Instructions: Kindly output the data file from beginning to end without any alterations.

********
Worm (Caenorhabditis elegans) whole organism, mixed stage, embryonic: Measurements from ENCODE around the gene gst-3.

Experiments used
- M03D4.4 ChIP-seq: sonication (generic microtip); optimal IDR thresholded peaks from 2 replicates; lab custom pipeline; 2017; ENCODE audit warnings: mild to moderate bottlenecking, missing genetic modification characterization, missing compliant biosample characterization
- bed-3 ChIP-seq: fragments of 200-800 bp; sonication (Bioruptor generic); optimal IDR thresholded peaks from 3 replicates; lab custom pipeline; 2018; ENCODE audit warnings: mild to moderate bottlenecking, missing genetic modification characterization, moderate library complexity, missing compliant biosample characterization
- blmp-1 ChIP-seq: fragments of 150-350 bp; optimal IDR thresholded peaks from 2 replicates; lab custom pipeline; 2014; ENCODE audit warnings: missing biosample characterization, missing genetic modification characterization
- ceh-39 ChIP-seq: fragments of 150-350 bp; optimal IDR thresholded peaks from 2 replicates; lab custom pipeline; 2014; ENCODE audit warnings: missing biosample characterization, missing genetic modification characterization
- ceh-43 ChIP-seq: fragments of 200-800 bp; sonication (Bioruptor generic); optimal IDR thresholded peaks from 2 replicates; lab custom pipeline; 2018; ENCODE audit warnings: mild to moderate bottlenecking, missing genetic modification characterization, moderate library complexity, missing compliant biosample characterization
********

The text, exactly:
Worm (Caenorhabditis elegans) whole organism, mixed stage, embryonic: Measurements from ENCODE around the gene gst-3.

Experiments used
- M03D4.4 ChIP-seq: sonication (generic microtip); optimal IDR thresholded peaks from 2 replicates; lab custom pipeline; 2017; ENCODE audit warnings: mild to moderate bottlenecking, missing genetic modification characterization, missing compliant biosample characterization
- bed-3 ChIP-seq: fragments of 200-800 bp; sonication (Bioruptor generic); optimal IDR thresholded peaks from 3 replicates; lab custom pipeline; 2018; ENCODE audit warnings: mild to moderate bottlenecking, missing genetic modification characterization, moderate library complexity, missing compliant biosample characterization
- blmp-1 ChIP-seq: fragments of 150-350 bp; optimal IDR thresholded peaks from 2 replicates; lab custom pipeline; 2014; ENCODE audit warnings: missing biosample characterization, missing genetic modification characterization
- ceh-39 ChIP-seq: fragments of 150-350 bp; optimal IDR thresholded peaks from 2 replicates; lab custom pipeline; 2014; ENCODE audit warnings: missing biosample characterization, missing genetic modification characterization
- ceh-43 ChIP-seq: fragments of 200-800 bp; sonication (Bioruptor generic); optimal IDR thresholded peaks from 2 replicates; lab custom pipeline; 2018; ENCODE audit warnings: mild to moderate bottlenecking, missing genetic modification characterization, moderate library complexity, missing compliant biosample characterization